If you are trying to make your wardrobe more sustainable, the most important thing is to determine which aspect of sustainability matters the most to you. And that’s not to say that all aspects aren’t important, but you need a starting point. For example, maybe you care that your clothing was made by an ethically run factory or maybe you just care about the environmental impacts of the fabric being used. Pick your focus and then you can build a sustainable wardrobe that truly reflects your values and expand over time.
Step 1: Perform An Ethical Closet Audit
Moving towards a more sustainable wardrobe people feel like they just need to throw their entire closet away and start from scratch. Throwing stuff away is actually part of the problem. I would start by performing an ethical closet audit first. I won’t go into too much detail as I have a previous article dedicated on how to conduct an ethical audit, but tossing your clothes out is environmentally damaging and is one of the major issues with fast fashion culture.
After you perform your ethical closet audit, separate your clothing into four piles: clothing you love, clothing you may wear, clothing you like but it doesn’t fit well, and clothing you won’t ever wear again. After you have created your piles give yourself a few weeks to decide if you still want to keep anything before donating them or reselling them.
Step 2: Invest in a Tailor
I can’t begin to express how useful a tailor is. I’m sure I have mentioned this in other posts as well. A lot of your discarded clothing can be saved by simple mending. If you can mend them yourself, great! Because free is obviously better, but if you don’t know how to sew and mend clothing you can easily find a local tailor within your budget.
Take your “clothing you like, but doesn’t fit well” pile and decide if you love it enough to spend money having a tailor correct the fit so you can actually start wearing those pieces. If you don’t love it as much to spend money, try to find ways to re-purpose those items. For example, a lot of my old cotton based clothing turns into cleaning rags or makeup remover cloths. You can always head on over to Pinterest for inspiration so you can start your own DIY projects.
Step 3: Take Inventory of What’s Left
Once you know the items you’re actually wearing in your wardrobe, it’s time to locate the gaps. What are you missing? These are typically foundation pieces that should be included in everyone’s wardrobe. For example, are you missing a white button up blouse? Maybe you don’t have a little black dress for date nights? Try to also take stock of the things you wish you had while getting dress. Try writing those things down so you know what to look for during future shopping trips.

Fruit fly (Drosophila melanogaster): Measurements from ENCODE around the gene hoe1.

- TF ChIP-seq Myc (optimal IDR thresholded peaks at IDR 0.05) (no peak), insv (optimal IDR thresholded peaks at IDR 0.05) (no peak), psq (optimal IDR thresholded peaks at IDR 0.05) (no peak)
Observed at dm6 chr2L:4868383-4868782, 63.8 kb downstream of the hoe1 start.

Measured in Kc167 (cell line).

Lastly, don’t get distracted by trends during this process. Try to notice the styles in your wardrobe you naturally gravitate towards. Make a mental list or write those pieces down as they will now become your investment pieces. So when you are out shopping you know which styles you love and which ones you don’t. There’s nothing worse than buying the entire outfit on the mannequin because you’re unsure of what style means to you.
Step 4: Buy Less, Choose Well
We all know the infamous Vivienne Westwood quote. Buying with intention is an essential part of creating a sustainable wardrobe. Once you know what you like, how you plan to wear it, and why you are buying it you can shop smarter, not harder.
Once you’ve streamlined your closet and taken stock of what pieces you need, start thinking about three other ways you can style that item with other items in your wardrobe. Remember, multiple wears is key! And I personally strive for 30 wears or more. If I can’t envision at least 30 wears, I’m more than likely putting it back.
Step 5: Shop Responsibly
Buying from ethical and sustainable brands is not always possible due to cost. Which is totally understandable. Please do not feel bad if you cannot purchase from a sustainable brand right away. Our minds have been essentially brainwashed by the fast fashion industry to accept cheaply made clothing. What we forget is that making clothing is not cheap or at least it’s not supposed to be. You’re supposed to be paying for the fair labor, quality fabrics, and ethical treatment of all individuals involved producing the garment.
So if you are financially able and are clear on what you like, it’s time to go shopping! Focus those hard earned dollars towards the brands that really deserve it. They are going the extra mile and have chosen to be a sustainable brand. Going against the grain is not easy, so vote with your wallet.
A great tool that I use all the time when shopping is the Good on You app. They have done all the hard work for you by researching and rating brands. The app will tell you clearly if they’re a sustainable brand or a brand you should avoid due to their unsustainable business practices. I also appreciate that they have a detailed explanation as to why each brand received their rating. Of course, you should do your own research but it helps to have tools to help with your search.
Good luck with starting your sustainable wardrobe journey! Feel free to leave a comment or send me a DM via Instagram if you have any questions or just want to chat about style and sustainable fashion. Until next time…
Mynka is a personal wardrobe stylist sharing some style tips, outfit inspiration, and using this blog as a platform to continue the important discussions surrounding sustainable fashion.